|The first excerpt represents the element of Air. It speaks of mental influences and the process of thought, and is drawn from Study of a Woman by Honore de Balzac:
I have had the happiness of knowing this phoenix. She talks well; I
know how to listen; consequently I please her, and I go to her
parties. That, in fact, was the object of my ambition.
Neither plain nor pretty, Madame de Listomere has white teeth, a
dazzling skin, and very red lips; she is tall and well-made; her foot
is small and slender, and she does not put it forth; her eyes, far
from being dulled like those of so many Parisian women, have a gentle
glow which becomes quite magical if, by chance, she is animated. A
soul is then divined behind that rather indefinite form. If she takes
an interest in the conversation she displays a grace which is
otherwise buried beneath the precautions of cold demeanor, and then
|The second excerpt represents the element of Fire. It speaks of emotional influences and base passions, and is drawn from King Henry VI by William Shakespeare:
And, madam, these for you, from whom I know not.
[They all read their letters.]
I like it well that our fair queen and mistress
Smiles at her news while Warwick frowns at his.
Nay, mark how Lewis stamps as he were nettled;
I hope all's for the best.
Warwick, what are thy news?--and yours, fair queen?
|The third excerpt represents the element of Water. It speaks of pure spiritual influences and feelings of love, and is drawn from Kwaidan by Lafcadio Hearn:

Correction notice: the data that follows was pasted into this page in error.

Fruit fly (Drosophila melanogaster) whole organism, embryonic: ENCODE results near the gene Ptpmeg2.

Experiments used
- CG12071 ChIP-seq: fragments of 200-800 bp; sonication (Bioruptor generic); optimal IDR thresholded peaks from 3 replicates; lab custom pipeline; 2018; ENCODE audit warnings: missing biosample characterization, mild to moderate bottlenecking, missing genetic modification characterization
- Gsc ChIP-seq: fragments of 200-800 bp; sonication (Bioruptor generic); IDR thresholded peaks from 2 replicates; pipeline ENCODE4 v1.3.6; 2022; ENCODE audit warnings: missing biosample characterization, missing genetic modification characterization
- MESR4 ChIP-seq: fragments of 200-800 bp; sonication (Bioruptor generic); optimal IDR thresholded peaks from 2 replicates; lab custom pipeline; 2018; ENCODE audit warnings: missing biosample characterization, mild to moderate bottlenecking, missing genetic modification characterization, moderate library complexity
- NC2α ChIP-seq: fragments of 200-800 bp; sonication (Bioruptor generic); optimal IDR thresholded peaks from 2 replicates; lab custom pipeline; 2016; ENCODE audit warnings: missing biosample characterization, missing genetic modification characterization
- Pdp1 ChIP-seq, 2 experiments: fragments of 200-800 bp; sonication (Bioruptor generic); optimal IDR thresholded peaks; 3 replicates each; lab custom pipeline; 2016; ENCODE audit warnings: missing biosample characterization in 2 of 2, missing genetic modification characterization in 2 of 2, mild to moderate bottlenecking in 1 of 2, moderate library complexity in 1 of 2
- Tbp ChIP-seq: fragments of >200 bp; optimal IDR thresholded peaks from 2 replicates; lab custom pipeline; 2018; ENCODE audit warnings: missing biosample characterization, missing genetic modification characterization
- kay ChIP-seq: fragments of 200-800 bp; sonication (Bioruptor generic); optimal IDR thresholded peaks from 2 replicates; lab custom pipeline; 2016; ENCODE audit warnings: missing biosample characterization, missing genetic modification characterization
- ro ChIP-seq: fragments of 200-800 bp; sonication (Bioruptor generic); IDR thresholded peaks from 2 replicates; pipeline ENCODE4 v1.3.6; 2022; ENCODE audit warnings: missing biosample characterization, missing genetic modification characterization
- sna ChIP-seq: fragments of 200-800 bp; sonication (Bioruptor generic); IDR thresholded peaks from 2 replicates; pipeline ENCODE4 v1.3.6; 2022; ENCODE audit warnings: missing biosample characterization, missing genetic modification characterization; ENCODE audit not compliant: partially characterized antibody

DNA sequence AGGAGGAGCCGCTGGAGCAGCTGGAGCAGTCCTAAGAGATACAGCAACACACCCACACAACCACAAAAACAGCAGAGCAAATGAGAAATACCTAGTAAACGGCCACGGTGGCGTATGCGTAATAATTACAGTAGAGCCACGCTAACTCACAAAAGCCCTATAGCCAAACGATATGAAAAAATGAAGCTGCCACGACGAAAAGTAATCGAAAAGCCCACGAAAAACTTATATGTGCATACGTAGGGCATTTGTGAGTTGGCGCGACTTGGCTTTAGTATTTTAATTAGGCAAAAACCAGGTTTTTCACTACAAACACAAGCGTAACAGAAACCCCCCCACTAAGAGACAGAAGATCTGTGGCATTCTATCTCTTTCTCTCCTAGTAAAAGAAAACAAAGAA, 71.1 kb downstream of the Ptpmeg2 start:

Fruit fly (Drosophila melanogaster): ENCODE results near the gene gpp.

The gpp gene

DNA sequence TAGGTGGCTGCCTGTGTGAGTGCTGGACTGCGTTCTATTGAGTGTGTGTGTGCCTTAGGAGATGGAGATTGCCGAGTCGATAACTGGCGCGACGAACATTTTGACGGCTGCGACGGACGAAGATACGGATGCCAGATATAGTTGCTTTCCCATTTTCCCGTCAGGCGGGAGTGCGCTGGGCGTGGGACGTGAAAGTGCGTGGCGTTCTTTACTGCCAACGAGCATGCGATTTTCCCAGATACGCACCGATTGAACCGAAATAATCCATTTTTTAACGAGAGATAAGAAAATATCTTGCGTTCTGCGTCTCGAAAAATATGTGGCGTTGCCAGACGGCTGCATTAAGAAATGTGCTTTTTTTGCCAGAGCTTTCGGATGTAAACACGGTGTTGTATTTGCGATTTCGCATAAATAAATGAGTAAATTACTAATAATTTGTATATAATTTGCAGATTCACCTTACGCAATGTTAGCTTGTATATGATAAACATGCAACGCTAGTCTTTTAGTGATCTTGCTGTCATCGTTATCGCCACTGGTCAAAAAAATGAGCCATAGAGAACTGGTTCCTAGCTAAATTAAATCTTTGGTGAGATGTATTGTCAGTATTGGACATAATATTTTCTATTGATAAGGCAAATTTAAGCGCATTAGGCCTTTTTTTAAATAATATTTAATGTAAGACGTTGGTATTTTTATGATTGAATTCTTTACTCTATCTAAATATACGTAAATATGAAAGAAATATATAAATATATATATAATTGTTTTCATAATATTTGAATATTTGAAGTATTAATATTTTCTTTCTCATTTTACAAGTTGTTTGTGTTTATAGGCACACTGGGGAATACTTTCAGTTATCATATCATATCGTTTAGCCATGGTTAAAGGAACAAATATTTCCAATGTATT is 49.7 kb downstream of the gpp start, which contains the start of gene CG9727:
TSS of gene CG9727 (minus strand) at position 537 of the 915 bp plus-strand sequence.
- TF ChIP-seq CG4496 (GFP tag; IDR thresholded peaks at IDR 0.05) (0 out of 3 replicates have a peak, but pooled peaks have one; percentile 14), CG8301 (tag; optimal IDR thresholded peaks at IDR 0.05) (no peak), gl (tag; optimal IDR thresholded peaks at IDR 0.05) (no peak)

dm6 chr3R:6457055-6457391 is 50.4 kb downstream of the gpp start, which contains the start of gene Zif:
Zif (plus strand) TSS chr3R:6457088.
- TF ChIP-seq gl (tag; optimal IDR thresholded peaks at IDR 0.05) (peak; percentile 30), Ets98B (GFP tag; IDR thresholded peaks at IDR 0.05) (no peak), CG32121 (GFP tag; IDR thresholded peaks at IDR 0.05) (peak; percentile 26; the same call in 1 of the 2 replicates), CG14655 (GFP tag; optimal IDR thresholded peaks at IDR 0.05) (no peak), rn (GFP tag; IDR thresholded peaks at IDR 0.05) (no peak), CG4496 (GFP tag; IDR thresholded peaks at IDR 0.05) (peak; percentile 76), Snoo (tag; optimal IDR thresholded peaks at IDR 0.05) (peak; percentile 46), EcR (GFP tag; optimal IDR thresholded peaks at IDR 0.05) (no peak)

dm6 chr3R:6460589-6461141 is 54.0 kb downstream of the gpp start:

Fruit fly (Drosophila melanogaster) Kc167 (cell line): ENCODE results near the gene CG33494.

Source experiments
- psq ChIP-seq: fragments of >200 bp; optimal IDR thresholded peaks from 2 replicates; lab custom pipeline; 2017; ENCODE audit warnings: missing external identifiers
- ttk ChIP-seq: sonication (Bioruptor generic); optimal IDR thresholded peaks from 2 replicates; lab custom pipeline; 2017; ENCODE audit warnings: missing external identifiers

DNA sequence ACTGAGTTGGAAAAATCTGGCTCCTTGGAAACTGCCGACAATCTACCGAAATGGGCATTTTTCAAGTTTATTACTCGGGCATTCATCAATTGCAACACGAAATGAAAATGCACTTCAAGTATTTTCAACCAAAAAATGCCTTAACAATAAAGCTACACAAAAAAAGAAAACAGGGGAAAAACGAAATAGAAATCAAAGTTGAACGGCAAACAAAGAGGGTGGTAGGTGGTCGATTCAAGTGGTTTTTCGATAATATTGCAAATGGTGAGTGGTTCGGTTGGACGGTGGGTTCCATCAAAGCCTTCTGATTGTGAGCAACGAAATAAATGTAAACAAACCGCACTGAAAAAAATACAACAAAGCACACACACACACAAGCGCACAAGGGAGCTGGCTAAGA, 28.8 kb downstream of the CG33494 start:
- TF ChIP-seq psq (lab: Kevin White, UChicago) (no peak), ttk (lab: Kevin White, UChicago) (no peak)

symbolizing the five mystic elements: Ether, Air, Fire, Water, Earth.
(1) A kind of badger. Certain animals were thought to be able to transform
themselves and cause mischief for humans.
 O-jochu ("honorable damsel"), a polite form of address used in
speaking to a young lady whom one does not know.
(2) An apparition with a smooth, totally featureless face, called a
"nopperabo," is a stock part of the Japanese pantheon of ghosts and demons.
 Soba is a preparation of buckwheat, somewhat resembling vermicelli.
(3) An exclamation of annoyed alarm.
|The fourth excerpt represents the element of Earth. It speaks of physical influences and the impact of the unseen on the visible world, and is drawn from Tess of the d'Urbervilles, A Pure Woman by Thomas Hardy:
"We'll hope, nevertheless," said Mr Clare. "And I
continue to pray for him, though on this side of the
grave we shall probably never meet again. But, after
all, one of those poor words of mine may spring up in
his heart as a good seed some day."
Now, as always, Clare's father was sanguine as a child;
and though the younger could not accept his parent's
narrow dogma he revered his practice, and recognized
the hero under the pietist. Perhaps he revered his
father's practice even more now than ever, seeing that,
in the question of making Tessy his wife, his father
Tess of the d'Urbervilles, A Pure Woman